10. I'm in the process of interviewing for two PA jobs, both in a new field, Cardiothoracic surgery. How long should I expect this process to take? Background: I've been a surgical PA for 5 years and I'm still at my first job, which I didn't actually have to formally interview for. I've only interviewed one other time and it was in my current field at a year or so out; I did this for experience and to see what the market was like. It was a pretty quick process from time of application to interview. But then I didn't hear back from the manager until 4 months later, asking if I was still interested. I declined. Other than that one experience, I haven't interviewed until now. I was recently out of town for a family trip, which admittedly has set me back. One group is local but their physicians are going out of town, one after the other, and the other is rural and through a recruiter. To my understanding, this process can take some time, especially given the time off. Overall, it's been a month since time of applications. These two are good prospects in a difficult-to-get-into field, so I have to be patient. And from what I've gathered, both groups are being selective and in no rush so I know this will add to the timeline. Is it normal for my kind of situation to take a couple of months? I have received positive feedback and I am hopeful. I just don't want to be set back in my job switch a month or two if these don't work out and then have to start over again. Would anyone advise applying to a third as a backup? Thoughts?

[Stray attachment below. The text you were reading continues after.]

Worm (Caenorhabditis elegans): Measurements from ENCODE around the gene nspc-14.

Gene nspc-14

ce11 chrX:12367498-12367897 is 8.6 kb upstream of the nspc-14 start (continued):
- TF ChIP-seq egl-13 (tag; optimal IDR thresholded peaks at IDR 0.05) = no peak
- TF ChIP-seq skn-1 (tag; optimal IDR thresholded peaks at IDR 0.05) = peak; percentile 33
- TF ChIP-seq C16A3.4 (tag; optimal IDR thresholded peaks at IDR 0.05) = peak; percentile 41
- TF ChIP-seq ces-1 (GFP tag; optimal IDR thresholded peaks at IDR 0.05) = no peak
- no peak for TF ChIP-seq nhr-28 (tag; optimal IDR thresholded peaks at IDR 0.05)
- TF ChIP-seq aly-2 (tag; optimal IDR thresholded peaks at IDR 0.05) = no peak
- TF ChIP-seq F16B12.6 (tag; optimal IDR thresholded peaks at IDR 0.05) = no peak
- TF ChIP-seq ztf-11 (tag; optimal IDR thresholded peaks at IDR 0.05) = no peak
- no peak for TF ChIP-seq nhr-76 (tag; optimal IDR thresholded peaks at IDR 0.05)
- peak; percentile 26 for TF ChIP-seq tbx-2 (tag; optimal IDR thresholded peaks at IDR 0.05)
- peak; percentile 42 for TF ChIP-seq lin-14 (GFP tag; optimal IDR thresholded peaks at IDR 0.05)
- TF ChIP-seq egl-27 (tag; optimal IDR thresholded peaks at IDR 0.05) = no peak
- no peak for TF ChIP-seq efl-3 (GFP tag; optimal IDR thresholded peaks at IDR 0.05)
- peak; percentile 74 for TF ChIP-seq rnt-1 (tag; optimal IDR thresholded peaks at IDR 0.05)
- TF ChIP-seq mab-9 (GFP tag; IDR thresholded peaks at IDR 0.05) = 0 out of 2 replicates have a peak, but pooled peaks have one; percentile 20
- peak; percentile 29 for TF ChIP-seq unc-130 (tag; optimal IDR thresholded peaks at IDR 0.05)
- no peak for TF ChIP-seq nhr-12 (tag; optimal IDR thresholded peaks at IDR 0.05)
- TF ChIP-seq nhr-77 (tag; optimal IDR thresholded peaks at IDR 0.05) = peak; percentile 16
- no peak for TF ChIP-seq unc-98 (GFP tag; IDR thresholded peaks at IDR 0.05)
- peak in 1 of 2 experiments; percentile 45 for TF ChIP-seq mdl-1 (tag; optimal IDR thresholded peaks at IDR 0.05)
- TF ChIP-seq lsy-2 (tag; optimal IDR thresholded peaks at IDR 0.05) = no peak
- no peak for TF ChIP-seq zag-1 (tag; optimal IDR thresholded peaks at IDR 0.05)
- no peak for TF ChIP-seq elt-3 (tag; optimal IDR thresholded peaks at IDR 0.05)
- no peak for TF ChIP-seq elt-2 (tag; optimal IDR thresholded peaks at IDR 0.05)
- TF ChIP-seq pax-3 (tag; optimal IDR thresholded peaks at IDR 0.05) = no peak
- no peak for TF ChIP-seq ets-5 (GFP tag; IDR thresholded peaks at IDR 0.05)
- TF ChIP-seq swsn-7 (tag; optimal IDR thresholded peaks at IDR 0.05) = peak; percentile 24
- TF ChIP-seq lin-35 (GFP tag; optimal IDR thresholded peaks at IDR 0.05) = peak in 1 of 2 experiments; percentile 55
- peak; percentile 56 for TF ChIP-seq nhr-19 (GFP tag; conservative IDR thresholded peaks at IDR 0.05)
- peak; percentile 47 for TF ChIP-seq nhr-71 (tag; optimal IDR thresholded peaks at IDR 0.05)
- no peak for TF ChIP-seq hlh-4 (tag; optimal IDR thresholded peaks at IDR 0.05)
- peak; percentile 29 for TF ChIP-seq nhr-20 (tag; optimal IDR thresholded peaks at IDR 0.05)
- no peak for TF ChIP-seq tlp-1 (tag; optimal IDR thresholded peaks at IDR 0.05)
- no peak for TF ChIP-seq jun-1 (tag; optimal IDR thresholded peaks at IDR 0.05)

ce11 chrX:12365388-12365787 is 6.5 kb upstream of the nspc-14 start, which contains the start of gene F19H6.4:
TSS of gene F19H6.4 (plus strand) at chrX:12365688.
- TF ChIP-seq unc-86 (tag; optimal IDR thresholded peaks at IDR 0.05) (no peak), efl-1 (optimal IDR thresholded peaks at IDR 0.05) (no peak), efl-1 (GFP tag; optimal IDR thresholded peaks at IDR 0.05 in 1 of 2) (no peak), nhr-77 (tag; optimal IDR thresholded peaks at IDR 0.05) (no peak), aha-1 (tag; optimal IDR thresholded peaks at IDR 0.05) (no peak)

11. I found this statement from CMS, "Payment for services of a PA may be made only to the actual employer of the PA. The employer may be a physician, medical group, professional corporation, hospital, SNF, or NF." To me, this sounds like a PA cannot directly bill per se but a professional corporation (such as one owned by a PA) can. Am I missing something?
  12. This is the reason I'm currently applying for a new job. Patients have become numbers. I got into medicine to help people and to try to give them the answers they seek, but I can't do that when the surgeons are getting greedier and companies are run by non-medical business people.
  13. The way I look at it is that in the end, this is a place of employment at a business. Try to stay objective and keep tabs on your emotions. Leave on a good note, like you said, and don't burn any bridges. Thank them for the employment opportunity. To help with your feeling of guilt and the transition, you can give your current company time to find another replacement by giving them some notice. And remember, this isn't goodbye forever unless you burn a bridge or want it to be; you can always try to go back if you change your mind. As great as it is to work with some of the people you do or the feeling that you owe the company something (which you don't), there are just some aspects of certain positions that you can't get past, and it's only you who can decide if it's worth continuing to deal with just so you can keep working with those people. Good luck!
  14. That's my thought. You can always renegotiate after a year or two, especially if you become Chief.
  15. Take it. Sounds like a great gig with room for growth and autonomy.